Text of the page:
Here are a few possible reasons for that “derisive” laughter: awareness of chronic student absenteeism, student drug addiction, violent homes, poverty. I’m not excusing poor teaching and bad schools, but teachers become very, very frustrated when the majority of a child’s learning life – which is most certainly impacted by social ills – is heaped on her shoulders.

    This is the dark side of teacher-as-hero myth: do it all, or burn out. 100% or failure.

    There’s life in between those poles. Good schools and excellent teaching can mitigate negative social factors, and by God we should not excuse lack of effort.

    I think Petrilli’s goals sound pretty reasonable.

  7. Roger Sweeny says:

    They’re just unwilling to work at something that they don’t find entertaining.

    I would phrase that differently: They’re just unwilling to work at something that they don’t find important.

    Now, to most kids being entertained is important. Hey it is to everyone. And to many kids, doing well at a sport or a job is also important. It can be a little jarring to see a terrible, lazy student being a great worker at a local fast food place.

    Lots of kids just don’t see what they are supposed to learn in school as important. Partly, that is youthful ignorance on their part. But a lot of it is exactly right. When kids ask, “When will I ever use this?” it is often impossible to honestly answer anything other than, “Later in school.” [Perhaps another honest answer is, “If you become like me.”]

    We do not build our curriculum from the bottom up, “What should future citizens know and be able to do?” Instead, we largely do it from the top down, “What courses do people take in college? We’ll teach elementary versions of them.”

  8. The basis of the problem is the attempt to treat all students alike, and provide them with the same “opportunities”.

    That is why almost all high schools no longer have general ed classes, instead everyone takes college prep.

    We are unwiling, or unable, to provide classes that will give those students who are never going to college (many of whom never wanted to) the basic knowledge they will need to be successful in life. (Roger’s “What should future citizens know and be able to do?”)

    There is this idea that education and knowledge are valuable for their own sake. Which is true. But not for everybody, which we seem to have forgotten.

    I have no added to my list of quick and easy fixes for education:

    1) Bring back the willingness to kick disruptive and uncooperative students out of school.

    2) Bring back both tracking, and a two tiered education system, one designed for those going to college and one designed for those not going to college.

  9. I have to say that I agree with Roger – school is just not important to many kids. They are smart, they can learn if it is important to them, they just don’t see any need to learn what we’re trying to teach them.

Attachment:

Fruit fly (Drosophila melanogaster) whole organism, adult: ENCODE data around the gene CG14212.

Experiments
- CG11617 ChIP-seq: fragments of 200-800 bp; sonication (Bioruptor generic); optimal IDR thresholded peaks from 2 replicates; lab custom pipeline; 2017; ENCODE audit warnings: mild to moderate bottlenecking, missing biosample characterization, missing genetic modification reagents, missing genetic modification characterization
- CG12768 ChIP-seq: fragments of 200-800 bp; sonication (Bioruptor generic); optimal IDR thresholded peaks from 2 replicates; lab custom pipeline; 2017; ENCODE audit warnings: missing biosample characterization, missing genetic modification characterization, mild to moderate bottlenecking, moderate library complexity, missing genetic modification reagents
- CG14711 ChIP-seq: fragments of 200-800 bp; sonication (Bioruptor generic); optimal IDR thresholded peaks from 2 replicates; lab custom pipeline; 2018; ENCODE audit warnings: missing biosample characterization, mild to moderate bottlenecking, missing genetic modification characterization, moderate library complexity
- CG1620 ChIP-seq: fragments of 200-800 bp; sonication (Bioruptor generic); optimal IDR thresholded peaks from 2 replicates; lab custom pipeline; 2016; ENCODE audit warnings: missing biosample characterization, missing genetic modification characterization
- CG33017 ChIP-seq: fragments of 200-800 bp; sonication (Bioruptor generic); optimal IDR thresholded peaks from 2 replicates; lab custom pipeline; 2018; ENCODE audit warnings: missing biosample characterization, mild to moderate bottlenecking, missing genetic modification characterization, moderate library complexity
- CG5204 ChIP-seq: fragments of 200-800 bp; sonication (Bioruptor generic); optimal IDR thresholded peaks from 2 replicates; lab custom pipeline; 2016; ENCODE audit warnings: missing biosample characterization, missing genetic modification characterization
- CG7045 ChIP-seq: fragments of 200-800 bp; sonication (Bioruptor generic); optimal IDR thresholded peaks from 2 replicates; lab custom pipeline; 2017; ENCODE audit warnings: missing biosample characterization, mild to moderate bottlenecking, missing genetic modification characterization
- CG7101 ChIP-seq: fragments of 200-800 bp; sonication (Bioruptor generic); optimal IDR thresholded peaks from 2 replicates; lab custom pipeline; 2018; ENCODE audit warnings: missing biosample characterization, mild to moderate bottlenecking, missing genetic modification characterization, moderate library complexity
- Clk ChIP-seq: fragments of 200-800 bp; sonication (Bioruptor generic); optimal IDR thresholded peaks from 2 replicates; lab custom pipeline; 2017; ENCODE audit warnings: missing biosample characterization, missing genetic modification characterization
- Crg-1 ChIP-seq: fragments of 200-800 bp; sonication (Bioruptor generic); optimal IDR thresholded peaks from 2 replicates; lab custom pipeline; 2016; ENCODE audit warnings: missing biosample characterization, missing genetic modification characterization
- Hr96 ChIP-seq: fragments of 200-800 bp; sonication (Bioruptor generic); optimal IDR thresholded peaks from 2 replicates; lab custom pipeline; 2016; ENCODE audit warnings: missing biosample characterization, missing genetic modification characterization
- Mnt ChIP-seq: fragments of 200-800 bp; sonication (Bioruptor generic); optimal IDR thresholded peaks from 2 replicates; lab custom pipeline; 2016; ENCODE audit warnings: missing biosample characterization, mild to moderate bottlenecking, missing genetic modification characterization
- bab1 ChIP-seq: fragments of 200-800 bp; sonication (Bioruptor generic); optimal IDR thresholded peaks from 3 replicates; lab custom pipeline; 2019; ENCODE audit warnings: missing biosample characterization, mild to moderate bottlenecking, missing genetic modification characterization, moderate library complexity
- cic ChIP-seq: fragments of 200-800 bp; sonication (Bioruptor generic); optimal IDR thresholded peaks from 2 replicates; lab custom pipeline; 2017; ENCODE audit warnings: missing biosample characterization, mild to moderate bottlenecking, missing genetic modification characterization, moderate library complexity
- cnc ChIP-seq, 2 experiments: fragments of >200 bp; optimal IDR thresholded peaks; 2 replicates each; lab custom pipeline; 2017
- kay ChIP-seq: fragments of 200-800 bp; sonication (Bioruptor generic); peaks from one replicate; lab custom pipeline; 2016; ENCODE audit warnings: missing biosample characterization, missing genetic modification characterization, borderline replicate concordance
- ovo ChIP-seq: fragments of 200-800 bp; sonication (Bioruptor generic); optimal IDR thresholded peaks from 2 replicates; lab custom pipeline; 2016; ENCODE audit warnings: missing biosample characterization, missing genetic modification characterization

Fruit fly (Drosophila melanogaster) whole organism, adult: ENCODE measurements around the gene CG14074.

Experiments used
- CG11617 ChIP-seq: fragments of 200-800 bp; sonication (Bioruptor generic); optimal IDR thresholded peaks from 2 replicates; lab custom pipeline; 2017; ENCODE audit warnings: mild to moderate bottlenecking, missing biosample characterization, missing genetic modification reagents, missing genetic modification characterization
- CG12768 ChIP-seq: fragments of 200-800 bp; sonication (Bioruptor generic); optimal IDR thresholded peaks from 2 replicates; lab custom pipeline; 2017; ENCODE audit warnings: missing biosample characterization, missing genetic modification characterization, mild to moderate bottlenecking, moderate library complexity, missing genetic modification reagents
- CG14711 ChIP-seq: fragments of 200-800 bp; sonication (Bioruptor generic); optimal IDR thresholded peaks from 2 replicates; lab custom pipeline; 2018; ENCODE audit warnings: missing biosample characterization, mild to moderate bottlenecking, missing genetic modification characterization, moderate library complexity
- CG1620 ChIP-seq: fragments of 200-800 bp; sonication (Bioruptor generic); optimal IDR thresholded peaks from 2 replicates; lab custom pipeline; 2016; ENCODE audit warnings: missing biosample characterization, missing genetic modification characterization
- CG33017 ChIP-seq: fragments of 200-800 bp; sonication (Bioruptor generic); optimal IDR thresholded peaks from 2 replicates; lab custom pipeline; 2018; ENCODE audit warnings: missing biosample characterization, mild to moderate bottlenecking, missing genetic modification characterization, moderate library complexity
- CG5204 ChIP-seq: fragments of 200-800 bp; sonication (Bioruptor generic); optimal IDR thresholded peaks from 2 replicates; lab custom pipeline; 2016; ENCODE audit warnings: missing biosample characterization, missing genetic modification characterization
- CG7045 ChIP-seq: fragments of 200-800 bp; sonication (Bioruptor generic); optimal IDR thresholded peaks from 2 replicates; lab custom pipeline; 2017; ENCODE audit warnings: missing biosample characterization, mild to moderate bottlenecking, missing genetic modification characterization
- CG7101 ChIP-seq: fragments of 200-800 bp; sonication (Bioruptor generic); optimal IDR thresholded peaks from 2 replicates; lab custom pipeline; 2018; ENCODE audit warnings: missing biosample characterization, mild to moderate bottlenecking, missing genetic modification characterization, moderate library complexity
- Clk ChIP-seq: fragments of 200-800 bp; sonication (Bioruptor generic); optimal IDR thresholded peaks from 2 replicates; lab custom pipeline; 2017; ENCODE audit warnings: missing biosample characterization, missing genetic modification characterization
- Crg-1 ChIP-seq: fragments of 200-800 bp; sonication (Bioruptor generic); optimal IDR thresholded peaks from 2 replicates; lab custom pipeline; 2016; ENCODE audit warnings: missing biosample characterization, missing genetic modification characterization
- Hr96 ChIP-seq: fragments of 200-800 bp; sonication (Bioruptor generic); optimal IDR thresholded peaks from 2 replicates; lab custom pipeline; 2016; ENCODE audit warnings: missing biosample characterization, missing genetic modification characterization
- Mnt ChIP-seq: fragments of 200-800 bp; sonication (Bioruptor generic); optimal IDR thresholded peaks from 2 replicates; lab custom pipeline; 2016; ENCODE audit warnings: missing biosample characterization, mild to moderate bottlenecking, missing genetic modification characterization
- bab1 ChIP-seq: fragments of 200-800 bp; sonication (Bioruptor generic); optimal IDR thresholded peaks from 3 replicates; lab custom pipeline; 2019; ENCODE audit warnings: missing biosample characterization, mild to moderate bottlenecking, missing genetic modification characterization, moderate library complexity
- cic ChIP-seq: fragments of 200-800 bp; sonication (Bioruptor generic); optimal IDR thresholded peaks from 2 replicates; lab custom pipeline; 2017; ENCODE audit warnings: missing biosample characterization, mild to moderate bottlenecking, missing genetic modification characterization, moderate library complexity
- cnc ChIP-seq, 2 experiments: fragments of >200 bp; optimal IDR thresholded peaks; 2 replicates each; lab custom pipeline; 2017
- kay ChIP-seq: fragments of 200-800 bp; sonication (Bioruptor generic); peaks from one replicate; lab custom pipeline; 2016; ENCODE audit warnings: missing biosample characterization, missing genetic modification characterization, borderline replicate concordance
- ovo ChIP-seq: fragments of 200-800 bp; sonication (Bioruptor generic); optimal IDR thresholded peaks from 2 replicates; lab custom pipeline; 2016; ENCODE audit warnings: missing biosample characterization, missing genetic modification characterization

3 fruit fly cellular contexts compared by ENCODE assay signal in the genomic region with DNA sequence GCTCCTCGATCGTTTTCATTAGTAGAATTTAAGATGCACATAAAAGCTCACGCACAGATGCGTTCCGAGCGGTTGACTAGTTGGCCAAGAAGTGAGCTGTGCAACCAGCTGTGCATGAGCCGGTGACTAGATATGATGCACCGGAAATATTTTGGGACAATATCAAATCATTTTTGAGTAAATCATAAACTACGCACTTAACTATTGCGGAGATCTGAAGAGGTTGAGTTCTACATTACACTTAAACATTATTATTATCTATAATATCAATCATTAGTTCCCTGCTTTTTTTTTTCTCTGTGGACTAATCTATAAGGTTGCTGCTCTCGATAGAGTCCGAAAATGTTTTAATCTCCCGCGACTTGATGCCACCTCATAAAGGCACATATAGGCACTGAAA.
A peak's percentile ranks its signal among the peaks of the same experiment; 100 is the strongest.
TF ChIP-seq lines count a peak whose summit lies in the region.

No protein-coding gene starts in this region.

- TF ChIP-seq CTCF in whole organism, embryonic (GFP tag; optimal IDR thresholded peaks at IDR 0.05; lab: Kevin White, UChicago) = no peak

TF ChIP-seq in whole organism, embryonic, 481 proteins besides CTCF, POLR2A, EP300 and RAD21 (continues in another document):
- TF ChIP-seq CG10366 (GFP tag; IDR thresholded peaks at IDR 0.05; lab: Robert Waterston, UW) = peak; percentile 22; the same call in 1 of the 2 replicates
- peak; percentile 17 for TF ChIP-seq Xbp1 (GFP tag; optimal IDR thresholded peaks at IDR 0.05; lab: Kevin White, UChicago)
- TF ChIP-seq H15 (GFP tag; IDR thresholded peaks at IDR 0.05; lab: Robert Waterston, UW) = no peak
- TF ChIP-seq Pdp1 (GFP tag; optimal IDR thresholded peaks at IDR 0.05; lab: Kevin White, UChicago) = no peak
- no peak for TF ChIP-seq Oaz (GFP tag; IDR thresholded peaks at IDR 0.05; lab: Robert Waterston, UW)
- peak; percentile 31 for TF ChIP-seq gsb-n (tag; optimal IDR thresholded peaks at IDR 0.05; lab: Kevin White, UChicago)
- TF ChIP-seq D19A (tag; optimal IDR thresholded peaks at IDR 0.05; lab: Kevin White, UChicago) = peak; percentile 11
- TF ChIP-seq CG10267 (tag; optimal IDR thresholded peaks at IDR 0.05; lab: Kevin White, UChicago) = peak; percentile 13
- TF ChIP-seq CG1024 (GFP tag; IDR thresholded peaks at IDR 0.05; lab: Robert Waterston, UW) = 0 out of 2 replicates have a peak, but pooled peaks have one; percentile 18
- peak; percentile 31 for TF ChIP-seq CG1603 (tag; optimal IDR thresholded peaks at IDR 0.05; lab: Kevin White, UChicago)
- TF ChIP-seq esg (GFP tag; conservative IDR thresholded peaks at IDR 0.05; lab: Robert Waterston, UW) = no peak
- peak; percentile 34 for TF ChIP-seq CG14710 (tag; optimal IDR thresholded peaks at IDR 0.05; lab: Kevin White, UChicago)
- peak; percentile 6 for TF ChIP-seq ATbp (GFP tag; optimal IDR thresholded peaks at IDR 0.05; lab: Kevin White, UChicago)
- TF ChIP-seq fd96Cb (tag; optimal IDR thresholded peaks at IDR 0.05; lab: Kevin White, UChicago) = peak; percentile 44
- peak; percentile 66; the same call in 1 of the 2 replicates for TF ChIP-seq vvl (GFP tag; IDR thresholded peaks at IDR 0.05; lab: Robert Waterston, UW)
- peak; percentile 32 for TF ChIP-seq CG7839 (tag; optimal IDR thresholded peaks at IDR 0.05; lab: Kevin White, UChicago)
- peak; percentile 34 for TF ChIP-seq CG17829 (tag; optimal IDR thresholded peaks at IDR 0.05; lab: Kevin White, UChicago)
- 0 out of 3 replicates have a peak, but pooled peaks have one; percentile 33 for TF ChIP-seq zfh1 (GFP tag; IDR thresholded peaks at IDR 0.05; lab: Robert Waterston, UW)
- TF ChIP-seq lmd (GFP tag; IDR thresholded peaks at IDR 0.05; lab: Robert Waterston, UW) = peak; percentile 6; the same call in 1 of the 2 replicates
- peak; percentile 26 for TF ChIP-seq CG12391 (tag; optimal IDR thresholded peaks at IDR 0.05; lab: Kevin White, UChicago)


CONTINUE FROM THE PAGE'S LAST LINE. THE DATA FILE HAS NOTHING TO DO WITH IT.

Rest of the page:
10. How about 100% of students reading at grade level by 5th grade?

    By definition, ~9% of the student population has an IQ of <80, which is considered mental retardation. Do you honestly believe that even the best schools are going to get those students reading at a 5th grade level by 5th grade?

  11. Steve Sailer has a related thread on mental energy which offers a possible explanation for this phenomenon:  many, but especially the children of the poor, do not have the mental energy to spend on the self-denial necessary to defer gratification and work for the future instead of the present.

    If this is even a substantial part of the phenomenon, it means that our media-driven society and pop culture do an especially poor job of providing guidance for these people.  He offers a suggestion:

    Also, let me put in a word here for an old-fashioned class system. The idea was that there were respectable modes of behavior for whatever class you aspire to, so you don’t have to make up your mind a la carte on every damn thing all day long. You just look at what the people in the class of which you wish to be considered a respectable member do, and imitate it.

  12. Stacy in NJ says:

    We should issue a general education dipolma based on a basic skills and basic content test. Students should have the ability to take the test whenever they feel they’re prepared regardless of age or grade. Once completed, they should have access to training in the trades, community college classes, or more advanced college prep high school classes.

    The test should include:

    Math to an 8th grade level (arithmatic and very basic algebra and geo)

    Reading of expository and narrative selections and answering informational and some inference focused questions. Selections from newspapers and novels would be appropriate.

    Writing of a short persuasive well structured essay with *mostly* correct grammar and spelling

    Basic factual world and American history with an emphasis on civics

    General informational science facts

    That’s it. Whether they take the test at 10, 12, 14, 16 or 18 matters little.

  13. palisadesk says:

    How about 100% of students reading at grade level by 5th grade?

    A problem with this goal is defining terms. If “grade level” is taken at its usual statistical meaning — the median, or 50th percentile — it is obvious that we can’t have 100% of any cohort performing at or above the 50th %ile. If we take “grade level” to refer to a range (often the 25th-75th%ile range is considered “average”), we still can’t get 100% to be above the 25th percentile.

    Suppose we adopt a more criterion-based definition — a certain level of text that all students should be able to decode accurately and comprehend by a certain point in time. Currently, there is no agreement on such a standard, although most reading researchers would probably agree that the vast majority of students could master basic decoding skills and literal text comprehension by age 10, if given sufficiently intensive and sequential instruction. That 100% — or even 75% — would demonstrate skill in inferencing, “making connections,” confirming predictions, backing up arguments with evidence from the text, etc. — skills now required for “grade level” performance very early on — is an unproven hypothesis. We don’t have consensus on how to teach subskills involved in comprehending text, nor even an agreement that such skills exist or can be taught at all.